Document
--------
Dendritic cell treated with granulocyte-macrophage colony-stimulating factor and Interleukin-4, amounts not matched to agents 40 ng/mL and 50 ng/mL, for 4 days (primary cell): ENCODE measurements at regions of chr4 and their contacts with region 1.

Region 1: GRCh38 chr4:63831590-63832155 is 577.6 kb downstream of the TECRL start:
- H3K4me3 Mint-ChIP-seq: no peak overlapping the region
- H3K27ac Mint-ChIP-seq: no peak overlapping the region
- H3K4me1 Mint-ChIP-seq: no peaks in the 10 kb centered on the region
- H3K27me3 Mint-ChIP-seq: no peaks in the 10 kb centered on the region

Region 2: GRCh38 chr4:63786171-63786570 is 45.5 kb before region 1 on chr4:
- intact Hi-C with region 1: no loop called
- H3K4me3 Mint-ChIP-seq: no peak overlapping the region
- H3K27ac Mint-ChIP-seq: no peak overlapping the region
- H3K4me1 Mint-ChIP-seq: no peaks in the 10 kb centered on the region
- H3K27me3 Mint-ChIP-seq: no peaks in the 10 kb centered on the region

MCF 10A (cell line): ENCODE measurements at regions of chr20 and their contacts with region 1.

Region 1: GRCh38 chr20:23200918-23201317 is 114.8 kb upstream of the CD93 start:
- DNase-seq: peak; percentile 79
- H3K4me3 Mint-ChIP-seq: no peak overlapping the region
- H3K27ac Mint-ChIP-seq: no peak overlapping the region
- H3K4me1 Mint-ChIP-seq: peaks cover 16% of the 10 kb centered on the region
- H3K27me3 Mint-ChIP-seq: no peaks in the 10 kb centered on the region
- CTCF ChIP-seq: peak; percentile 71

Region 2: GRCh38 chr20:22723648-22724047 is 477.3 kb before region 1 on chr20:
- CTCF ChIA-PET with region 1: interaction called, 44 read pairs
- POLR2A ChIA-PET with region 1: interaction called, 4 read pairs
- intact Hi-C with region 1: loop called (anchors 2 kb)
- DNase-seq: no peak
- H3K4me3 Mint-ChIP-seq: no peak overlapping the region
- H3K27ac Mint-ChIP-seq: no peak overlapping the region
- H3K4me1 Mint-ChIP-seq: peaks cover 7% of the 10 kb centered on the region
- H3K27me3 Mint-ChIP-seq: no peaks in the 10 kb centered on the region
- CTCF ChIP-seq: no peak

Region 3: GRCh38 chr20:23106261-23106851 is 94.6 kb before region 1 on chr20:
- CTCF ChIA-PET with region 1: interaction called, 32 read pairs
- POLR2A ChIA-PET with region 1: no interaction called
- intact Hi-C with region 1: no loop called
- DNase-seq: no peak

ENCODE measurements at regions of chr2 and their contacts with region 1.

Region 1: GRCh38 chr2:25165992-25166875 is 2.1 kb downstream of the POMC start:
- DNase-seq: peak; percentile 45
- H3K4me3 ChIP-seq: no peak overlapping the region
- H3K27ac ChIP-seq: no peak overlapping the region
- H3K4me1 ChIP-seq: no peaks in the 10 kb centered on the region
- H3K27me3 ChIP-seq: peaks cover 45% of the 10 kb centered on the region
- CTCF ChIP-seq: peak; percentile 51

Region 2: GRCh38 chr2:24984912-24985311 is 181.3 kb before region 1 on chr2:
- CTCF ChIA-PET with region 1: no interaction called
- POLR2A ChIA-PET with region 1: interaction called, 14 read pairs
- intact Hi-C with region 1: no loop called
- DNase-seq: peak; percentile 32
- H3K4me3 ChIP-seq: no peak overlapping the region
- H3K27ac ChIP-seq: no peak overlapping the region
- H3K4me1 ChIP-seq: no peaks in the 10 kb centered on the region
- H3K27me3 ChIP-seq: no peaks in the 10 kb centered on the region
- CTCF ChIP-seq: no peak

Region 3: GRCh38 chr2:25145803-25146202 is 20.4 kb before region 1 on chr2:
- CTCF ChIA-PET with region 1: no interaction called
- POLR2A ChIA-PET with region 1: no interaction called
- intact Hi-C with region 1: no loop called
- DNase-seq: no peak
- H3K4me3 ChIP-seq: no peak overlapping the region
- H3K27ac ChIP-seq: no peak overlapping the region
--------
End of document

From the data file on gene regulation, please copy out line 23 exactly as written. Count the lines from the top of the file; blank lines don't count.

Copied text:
- POLR2A ChIA-PET with region 1: interaction called, 4 read pairs